Experimental Zika vaccine approved for human trials

The FDA-approved study will see 40 healthy people get the vaccine.

AP/Andre Penner

The Food and Drug Administration approved an experimental Zika vaccine called GLS-5700 for a clinical trial in humans earlier today, the first such treatment to get an official nod from the agency. Initial trials will start with 40 healthy subjects getting dosed in the coming weeks, and if all goes without a hitch, preliminary results should be available later this year.

As Stat News points out, the thing to remember here is that this trial is meant to determine the vaccine's safety and proper dosage levels in humans. Assuming this first round yields valuable results, further trials will see the vaccine given to people actually infected with Zika. As such, there's really no telling how effective the vaccine currently is. So far though, creators Inovio and GeneOne say the experimental treatment has produced "robust antibody a T cell responses" in small and large animals -- a promising sign for its chances to combat Zika in humans.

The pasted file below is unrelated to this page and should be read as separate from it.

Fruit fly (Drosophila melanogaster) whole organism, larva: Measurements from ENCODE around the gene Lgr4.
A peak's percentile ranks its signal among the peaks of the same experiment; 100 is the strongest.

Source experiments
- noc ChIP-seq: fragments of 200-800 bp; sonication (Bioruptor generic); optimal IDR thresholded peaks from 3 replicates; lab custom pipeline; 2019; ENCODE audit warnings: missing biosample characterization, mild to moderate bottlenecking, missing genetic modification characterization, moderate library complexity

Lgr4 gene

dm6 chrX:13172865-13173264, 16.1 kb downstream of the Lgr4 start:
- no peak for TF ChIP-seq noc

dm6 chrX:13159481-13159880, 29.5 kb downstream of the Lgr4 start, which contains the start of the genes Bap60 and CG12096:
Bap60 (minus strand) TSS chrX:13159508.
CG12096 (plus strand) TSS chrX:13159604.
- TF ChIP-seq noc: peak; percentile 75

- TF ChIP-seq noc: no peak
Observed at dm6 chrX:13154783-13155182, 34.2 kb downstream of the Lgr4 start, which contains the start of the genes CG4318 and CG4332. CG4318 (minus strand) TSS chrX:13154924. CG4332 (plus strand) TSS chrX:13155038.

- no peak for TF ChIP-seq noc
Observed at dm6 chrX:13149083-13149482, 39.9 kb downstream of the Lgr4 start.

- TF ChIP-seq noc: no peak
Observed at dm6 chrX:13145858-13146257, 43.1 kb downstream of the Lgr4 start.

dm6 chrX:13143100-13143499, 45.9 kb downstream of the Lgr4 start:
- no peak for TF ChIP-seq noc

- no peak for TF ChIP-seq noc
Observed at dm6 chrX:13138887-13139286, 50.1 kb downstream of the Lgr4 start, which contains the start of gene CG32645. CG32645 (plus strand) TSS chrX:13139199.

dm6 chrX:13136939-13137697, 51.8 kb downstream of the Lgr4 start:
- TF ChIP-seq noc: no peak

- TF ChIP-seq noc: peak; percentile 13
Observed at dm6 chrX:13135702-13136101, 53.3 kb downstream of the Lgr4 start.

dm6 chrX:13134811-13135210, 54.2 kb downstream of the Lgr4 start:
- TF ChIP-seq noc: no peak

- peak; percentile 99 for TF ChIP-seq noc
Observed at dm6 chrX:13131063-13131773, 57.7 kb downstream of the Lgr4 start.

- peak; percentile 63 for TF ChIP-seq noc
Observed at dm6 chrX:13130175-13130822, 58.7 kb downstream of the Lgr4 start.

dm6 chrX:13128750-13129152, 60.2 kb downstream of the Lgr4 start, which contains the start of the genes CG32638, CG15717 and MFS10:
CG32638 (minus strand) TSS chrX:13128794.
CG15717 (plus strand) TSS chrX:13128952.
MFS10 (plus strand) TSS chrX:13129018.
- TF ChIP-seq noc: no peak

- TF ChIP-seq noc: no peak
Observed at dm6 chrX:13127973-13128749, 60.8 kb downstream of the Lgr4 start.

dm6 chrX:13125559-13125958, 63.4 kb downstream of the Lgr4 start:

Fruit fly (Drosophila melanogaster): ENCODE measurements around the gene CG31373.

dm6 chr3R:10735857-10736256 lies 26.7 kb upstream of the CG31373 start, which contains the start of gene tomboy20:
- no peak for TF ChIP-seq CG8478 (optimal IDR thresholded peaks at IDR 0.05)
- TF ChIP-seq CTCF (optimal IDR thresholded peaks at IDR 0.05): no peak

The news comes just days after a CDC disclosure defined the scope of Zika-related birth defects in the US -- so far, three mothers have delivered babies with brain damage, while three others have terminated their pregnancies because of brain damage caused by the disease. The FDA also recently granted emergency approval to a Zika test produced by a Hologix, a Massachusetts-based pharmaceutical company. No Zika test has received full FDA approval, but this emergency approval gives laboratories the latitude to run the test if (or when) an official Zika outbreak occurs. This now means there are two tests -- the other comes from Quest Diagnostics -- available for use in critical situations where faster diagnoses could mean all the difference.